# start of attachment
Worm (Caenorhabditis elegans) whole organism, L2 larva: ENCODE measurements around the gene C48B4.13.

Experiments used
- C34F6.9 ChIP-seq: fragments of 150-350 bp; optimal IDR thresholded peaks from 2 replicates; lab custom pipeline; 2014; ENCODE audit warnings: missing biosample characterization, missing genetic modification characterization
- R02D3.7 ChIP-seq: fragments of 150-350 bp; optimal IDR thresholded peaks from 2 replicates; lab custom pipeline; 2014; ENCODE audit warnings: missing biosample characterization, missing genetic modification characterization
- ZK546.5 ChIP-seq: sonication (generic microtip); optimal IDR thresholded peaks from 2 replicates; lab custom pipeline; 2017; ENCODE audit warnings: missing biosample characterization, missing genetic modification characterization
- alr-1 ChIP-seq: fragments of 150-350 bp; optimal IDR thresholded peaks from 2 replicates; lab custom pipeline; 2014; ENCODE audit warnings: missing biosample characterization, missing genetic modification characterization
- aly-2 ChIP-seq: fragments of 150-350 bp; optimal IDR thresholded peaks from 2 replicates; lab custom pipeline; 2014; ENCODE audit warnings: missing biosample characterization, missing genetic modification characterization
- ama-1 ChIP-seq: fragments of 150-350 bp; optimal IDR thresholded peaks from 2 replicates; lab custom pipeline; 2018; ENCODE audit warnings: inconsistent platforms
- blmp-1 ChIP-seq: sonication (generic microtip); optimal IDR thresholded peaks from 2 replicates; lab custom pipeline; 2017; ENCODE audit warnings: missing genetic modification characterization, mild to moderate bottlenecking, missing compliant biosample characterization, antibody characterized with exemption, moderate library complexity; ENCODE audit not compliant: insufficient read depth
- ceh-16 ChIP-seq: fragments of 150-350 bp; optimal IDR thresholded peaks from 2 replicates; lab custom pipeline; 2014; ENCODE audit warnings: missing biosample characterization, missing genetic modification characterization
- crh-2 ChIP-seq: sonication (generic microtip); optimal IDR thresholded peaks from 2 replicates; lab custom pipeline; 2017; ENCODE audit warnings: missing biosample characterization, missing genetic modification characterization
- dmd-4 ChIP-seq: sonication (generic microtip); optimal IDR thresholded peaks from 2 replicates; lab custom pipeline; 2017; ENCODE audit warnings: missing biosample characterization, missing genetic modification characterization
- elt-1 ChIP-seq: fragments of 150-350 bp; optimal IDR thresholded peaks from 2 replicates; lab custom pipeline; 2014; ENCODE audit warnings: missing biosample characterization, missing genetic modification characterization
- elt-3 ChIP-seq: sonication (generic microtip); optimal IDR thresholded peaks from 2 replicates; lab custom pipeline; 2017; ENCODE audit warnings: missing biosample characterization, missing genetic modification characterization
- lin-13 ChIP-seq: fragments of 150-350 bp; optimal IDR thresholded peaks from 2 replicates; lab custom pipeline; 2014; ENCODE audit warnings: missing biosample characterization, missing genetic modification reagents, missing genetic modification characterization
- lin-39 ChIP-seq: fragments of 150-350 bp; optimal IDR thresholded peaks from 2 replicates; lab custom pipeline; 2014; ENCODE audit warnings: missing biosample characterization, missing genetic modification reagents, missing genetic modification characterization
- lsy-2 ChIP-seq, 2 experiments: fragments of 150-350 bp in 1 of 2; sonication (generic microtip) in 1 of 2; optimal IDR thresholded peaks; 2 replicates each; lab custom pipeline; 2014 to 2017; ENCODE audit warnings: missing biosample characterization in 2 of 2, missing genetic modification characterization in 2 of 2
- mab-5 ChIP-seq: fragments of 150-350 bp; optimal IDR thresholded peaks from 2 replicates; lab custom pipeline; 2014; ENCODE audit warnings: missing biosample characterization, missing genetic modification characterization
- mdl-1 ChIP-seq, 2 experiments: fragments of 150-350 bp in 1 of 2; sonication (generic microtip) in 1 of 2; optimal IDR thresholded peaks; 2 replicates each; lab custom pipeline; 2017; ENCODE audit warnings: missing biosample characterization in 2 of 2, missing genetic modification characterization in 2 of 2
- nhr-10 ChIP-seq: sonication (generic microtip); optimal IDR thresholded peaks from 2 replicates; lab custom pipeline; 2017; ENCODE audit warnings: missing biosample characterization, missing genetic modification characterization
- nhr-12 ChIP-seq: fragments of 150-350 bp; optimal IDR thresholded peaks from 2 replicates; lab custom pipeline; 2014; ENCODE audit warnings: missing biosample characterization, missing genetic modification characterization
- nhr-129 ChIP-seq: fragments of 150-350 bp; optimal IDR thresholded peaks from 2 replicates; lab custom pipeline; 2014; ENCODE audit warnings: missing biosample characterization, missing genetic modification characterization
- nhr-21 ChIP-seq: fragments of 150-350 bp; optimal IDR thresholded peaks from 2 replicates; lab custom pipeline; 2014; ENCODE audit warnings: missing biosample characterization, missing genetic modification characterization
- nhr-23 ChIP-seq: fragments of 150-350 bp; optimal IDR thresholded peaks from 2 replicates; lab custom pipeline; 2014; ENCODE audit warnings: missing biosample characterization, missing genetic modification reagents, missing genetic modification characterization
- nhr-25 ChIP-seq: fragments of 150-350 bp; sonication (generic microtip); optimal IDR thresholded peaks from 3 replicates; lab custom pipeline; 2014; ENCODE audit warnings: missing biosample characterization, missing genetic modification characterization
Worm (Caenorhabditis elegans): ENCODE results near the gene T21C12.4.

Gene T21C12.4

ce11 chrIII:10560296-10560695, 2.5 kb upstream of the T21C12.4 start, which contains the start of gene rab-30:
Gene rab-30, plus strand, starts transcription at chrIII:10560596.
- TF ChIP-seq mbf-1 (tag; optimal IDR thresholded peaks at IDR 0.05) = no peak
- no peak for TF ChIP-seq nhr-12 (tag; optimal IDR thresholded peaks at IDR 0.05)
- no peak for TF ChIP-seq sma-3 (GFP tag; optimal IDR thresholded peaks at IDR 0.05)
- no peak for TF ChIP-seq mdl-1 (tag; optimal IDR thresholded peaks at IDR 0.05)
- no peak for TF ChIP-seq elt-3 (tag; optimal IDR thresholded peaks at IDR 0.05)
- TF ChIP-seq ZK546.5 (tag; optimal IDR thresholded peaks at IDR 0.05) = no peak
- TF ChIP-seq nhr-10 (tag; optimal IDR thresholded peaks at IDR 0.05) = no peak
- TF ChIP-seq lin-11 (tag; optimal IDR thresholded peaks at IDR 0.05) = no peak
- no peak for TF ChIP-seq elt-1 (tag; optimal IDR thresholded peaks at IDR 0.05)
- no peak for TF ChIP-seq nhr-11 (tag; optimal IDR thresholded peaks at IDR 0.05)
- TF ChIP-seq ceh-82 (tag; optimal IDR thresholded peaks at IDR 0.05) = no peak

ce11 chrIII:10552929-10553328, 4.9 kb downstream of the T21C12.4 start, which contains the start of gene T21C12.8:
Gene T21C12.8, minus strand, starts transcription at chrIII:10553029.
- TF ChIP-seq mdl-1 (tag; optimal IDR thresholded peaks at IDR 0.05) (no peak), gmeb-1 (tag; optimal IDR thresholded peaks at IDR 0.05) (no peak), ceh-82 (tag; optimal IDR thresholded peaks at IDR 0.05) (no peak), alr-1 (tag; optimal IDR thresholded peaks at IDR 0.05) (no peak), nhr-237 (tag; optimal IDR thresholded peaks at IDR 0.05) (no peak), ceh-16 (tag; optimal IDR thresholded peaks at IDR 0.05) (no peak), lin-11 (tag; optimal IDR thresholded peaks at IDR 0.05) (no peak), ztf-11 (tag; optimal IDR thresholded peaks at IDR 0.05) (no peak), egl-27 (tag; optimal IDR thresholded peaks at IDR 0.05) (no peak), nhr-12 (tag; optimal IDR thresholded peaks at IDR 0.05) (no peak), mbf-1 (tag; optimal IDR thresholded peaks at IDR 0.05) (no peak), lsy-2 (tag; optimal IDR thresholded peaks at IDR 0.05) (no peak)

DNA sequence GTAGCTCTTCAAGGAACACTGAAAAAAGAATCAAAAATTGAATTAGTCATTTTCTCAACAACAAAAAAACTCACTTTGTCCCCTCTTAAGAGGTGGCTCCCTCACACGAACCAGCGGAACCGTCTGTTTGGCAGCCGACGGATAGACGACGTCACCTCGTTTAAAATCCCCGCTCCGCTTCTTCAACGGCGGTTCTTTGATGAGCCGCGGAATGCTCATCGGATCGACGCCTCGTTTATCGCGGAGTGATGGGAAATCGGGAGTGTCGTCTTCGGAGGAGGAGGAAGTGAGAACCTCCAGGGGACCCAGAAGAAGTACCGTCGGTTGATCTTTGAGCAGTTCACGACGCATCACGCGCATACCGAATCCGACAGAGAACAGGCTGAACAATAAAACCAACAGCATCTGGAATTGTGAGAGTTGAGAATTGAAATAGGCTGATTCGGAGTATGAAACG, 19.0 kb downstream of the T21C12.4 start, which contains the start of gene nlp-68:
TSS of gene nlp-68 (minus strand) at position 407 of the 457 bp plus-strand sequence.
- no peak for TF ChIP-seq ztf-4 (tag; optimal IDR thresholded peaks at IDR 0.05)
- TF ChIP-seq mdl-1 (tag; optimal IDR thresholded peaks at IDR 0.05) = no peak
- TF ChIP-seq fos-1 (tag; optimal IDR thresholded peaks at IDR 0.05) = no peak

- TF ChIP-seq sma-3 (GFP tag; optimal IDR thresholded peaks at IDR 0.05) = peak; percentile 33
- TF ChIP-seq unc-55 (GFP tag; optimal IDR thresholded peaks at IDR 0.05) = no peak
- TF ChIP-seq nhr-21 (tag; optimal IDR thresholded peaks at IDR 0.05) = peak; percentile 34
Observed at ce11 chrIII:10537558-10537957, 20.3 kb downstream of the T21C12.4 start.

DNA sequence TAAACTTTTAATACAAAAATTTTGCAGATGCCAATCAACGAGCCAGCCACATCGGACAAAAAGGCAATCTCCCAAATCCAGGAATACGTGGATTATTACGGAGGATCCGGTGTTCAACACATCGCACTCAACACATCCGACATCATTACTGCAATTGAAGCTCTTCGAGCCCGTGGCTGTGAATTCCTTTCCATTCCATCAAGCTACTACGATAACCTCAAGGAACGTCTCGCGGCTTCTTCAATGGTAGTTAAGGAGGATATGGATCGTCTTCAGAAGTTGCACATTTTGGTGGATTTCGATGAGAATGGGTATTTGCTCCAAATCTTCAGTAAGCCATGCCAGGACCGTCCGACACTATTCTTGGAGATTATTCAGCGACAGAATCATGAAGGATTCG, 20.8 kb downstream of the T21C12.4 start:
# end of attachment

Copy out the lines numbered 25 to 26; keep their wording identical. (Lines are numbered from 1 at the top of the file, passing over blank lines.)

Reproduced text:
- nhr-25 ChIP-seq: fragments of 150-350 bp; sonication (generic microtip); optimal IDR thresholded peaks from 3 replicates; lab custom pipeline; 2014; ENCODE audit warnings: missing biosample characterization, missing genetic modification characterization
Worm (Caenorhabditis elegans): ENCODE results near the gene T21C12.4.